Kim M. Huffman, MD, PhD

Faculty Member, Duke Molecular Physiology Institute

Position

Associate Professor Department of Medicine, Division of Rheumatology Duke University Medical Center

Contact

Carmichael Building

919 668 1644

kim.huffman@duke.edu

Summary

Kim M. Huffman, MD, PhD is a tenured Associate Professor in the Department of Medicine, Division of Rheumatology. Her research seeks to define the molecular mechanisms for beneficial effects of physical activity and to translate these findings to beneficial interventions for aging-related and rheumatologic diseases.

MD, Medical University of South Carolina, Charleston, SC
PhD, Medical Scientist Training Program, Medical University of South Carolina, Charleston, SC
MHSc, Duke University School of Medicine, Durham, NC

Dr. Huffman’s research revolves around the following themes: molecular and metabolic benefits of exercise training; cardiometabolic risk and skeletal muscle dysfunction in rheumatoid arthritis (RA); effects of physical activity on RA; and, physical activity and caloric restriction benefits on biologic aging.

In 2002, Dr. Huffman began work with Dr. William Kraus focusing on inflammatory and metabolic predictors of skeletal muscle insulin sensitivity and responses to exercise training. With data from Studies of a Targeted Risk Reduction Intervention through Defined Exercise (STRRIDE), they demonstrated that insulin resistance is related to circulating branched chain amino acids;(1) and that exercise training improves insulin sensitivity in concert with reductions in fatty acids and increases in glycine and proline (2). Drs. Huffman and Kraus continue collaborative efforts to integrate multiple exercise training intervention data ontogenies including physiologic, genetic, metabolic, and skeletal muscle molecular data. This work will contribute to understanding how multi-systemic responses to exercise training lead to improved cardio-metabolic health.

Another major research focus has been to evaluate RA cardiometabolic risk and response to exercise training. When accounting for age, gender, and body mass index, the greatest determinant of RA insulin action was body composition, specifically adiposity, rather than disease activity. Nonetheless, in collaboration with Dr. David Bartlett, we showed that despite minimal improvements on body composition, high intensity interval training improves RA disease activity, neutrophil function, and monocyte atherogenic potential.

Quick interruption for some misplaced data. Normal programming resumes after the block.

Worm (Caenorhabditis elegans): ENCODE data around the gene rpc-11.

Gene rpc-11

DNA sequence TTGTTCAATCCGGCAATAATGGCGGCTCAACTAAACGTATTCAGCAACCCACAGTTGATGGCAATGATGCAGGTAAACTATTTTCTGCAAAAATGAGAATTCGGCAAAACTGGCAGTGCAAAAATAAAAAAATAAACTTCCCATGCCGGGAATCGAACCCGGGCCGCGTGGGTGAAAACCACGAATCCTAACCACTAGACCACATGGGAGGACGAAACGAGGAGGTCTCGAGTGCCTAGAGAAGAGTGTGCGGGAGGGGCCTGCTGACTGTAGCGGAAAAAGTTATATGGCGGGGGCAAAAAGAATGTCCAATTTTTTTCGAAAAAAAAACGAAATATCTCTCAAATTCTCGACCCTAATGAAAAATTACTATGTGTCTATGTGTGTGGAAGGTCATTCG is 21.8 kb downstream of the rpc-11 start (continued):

Dr. Huffman’s clinical work is within the Duke Orthopedics and Sports Sciences Institute where she has developed a novel Sports Rheumatology Clinic. This clinic sees nonsurgical rheumatologic diseases presenting to orthopedics as well as athletes with rheumatologic diseases requesting advice on safe physical activity. In these clinics, Dr. Huffman’s treatment approach emphasizes rehabilitation and exercise training as means to rheumatologic, cardiovascular, and general health.

Dr. Huffman is co-Director of the Human Physiology Shared Resource.

Administrators

Tracy Carver

Postdocs / Fellows

Brian Andonian, MD

Daniel Parker, MD

Stephan van Vliet, PhD

 

Collaborators

Collaborator Network
 

Trainees

  • Brian Andonian, MD. Internal Medicine Resident and Rheumatology Fellow. January 2016-present.
    Mentored Project: Body composition and exercise testing in rheumatoid arthritis.
    Mentored Funding/Awards: 2016-7 Duke Faculty Resident Research Grant Recipient.
    Mentored Funding/Awards: 2018 Duke Rheumatology Rauch Scholar.
  • Daniel Parker. Second Year Geriatrics Fellow. Currently, Medical Instructor in Geriatric Medicine. July 2017-present.
    Mentored Project: Effects of exercise intensity, mode, and detraining on markers of autophagy.
    Mentored Project: Caloric restriction and exercise training effects on cognitive function.
    Mentored Project: Effects of rheumatoid arthritis on clinical and molecular aging biomarkers.
    Mentored Funding/Awards: 2018 Duke Pepper Center Pilot Funding.
    Mentored Funding/Awards: 2019 Dementia Alliance of North Carolina.
  • Alyssa Calland. Third Year Medical Student. October 2018-June 2019. Currently, Fourth year medical student, Duke University School of Medicine.
    Mentored Project: Neurocognitive Response Differences with Exercise Intensity in Anorexia Nervosa.
    Mentored Project: Personality Characteristics Associated with Reporting Abnormal Eating Behaviors to Lose Weight.
  • Stephan van Vliet. Post-Doctoral Fellow. Duke Molecular Physiology Institute. January 2019-present.
  • Alec Koss.
    Mentored Project:RA muscle mitochondrial function.